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Culture is a top priority, but Germany lags behind in the digital sector, according to a survey conducted abroad. Efficient, reliable but inflexible and hesitant — why Germans are respected, and what people dislike.
Certainly what Germany is known for: Munich’s Oktoberfest
Three German organizations with an international orientation — Deutsche Gesellschaft für Internationale Zusammenarbeit (GIZ), the German Academic Exchange Service (DAAD), and the cultural Goethe-Institut — presented a study entitled “Aussenblick: International Perspectives on Germany in Times of the COVID-19 Pandemic” on Thursday in Berlin. The organizations interviewed more than 620 experts from 37 countries within the cultural, science, and international cooperation sectors.
In a video message, German Chancellor Angela Merkel called the results of the survey a “fascinating snapshot with partly expected, but also, surprising answers.” The positive feedback, Merkel said, is confirmation of what has been achieved so far, an incentive for further commitment. However, Merkel added the “critical comments should be an incentive for us to work on improvements.”
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In fact, the 120-page paper reads like a to-do list for the new German government once they are elected in September. The study aimed to “compare self-perception and external perception,” said GIZ board spokesperson Tanja Gönner, Goethe Secretary-General Johannes Ebert and DAAD Secretary-General Kai Sicks. According to the foreword to the study, in the midst of “the wide-scale disruption we’re currently experiencing as a result of the coronavirus,” the study’s authors turned to “experts and outstanding authorities on Germany from all over the world … to give our international partners and friends the opportunity to outline their perspective on our country.”
The results of the survey are hardly surprising: Germany has top scores for its economic strength, democratic stability and cultural appeal. However, the respondents see a need to catch up in terms of digitization, the climate for innovation and access to German universities. Although Germans seem to be greatly interested in environmental issues, according to the respondents, companies do not focus enough on environmental protection. The respondents also felt Germany is “not sufficiently” dealing with its colonial history.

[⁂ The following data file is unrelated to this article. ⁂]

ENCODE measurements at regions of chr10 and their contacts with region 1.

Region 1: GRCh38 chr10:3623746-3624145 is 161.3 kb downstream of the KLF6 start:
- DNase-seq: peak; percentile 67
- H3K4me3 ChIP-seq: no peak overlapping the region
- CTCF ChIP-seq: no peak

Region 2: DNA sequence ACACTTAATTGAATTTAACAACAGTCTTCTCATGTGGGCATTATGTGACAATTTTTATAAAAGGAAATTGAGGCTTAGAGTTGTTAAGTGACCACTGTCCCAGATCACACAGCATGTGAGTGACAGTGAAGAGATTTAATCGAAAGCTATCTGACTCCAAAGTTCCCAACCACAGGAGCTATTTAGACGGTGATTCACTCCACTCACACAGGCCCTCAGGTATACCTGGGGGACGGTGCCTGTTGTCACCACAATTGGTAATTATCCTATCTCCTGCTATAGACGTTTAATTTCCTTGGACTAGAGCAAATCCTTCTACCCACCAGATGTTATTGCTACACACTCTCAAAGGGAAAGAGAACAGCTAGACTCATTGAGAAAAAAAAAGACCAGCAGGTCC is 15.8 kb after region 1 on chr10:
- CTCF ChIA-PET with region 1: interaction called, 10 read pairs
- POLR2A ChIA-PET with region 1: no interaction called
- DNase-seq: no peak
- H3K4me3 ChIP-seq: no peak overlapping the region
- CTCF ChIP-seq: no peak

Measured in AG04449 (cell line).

Goethe Institute’s Johannes Ebert
The study lists a rise in populist and extremist tendencies as one of the greatest risks, with respondents stating they have experienced less friendliness in Germany in recent years, and feel increasingly unwelcome.
Germany should also take a clearer international stance, but without being dominant, according to the GIZ, DAAD and Goethe-Institut study. It is perceived as important how Germany handles foreign policy, for instance, the tension between China, the US and Russia, the study argues. Germany should also represent a strong Europe.
Germany could commit more strongly to international exchange in the areas of research, science, art and film. “Germany continues to be seen as a country with a cultural scene that has international appeal,” said Johannes Ebert, Secretary General of the Goethe-Institut. “The fact that theaters and museums were supported with great financial commitment even during the pandemic is seen as clear social commitment to the importance of culture.” According to the survey, Germany’s global cultural and scientific relations, with their cooperative approach, received special recognition.
Germany got good marks for its handling of the COVID pandemic during the first lockdown in Spring 2020
The study also looked at how Germany coped with the coronavirus pandemic. The country received excellent marks for its handling of COVID in the spring of 2020, but the slow rate at which the vaccination campaign was launched during the second wave came as a surprise, as did people’s unwillingness to adhere to pandemic rules.
What are the conclusions of the joint study? “Digital transformation plays an increasing role in our work,” said the GIZ’s Tanja Gönner, adding that the organization is “working hard to bring in and expand” its creative power. DAAD Secretary-General Sicks mentioned a desire in the international community for easier access to the German education system. And the Goethe-Institut’s Ebert confirmed the globally active cultural institute feels encouraged to ″further develop and strengthen German language-learning opportunities at home and abroad.”
This article was translated from German.
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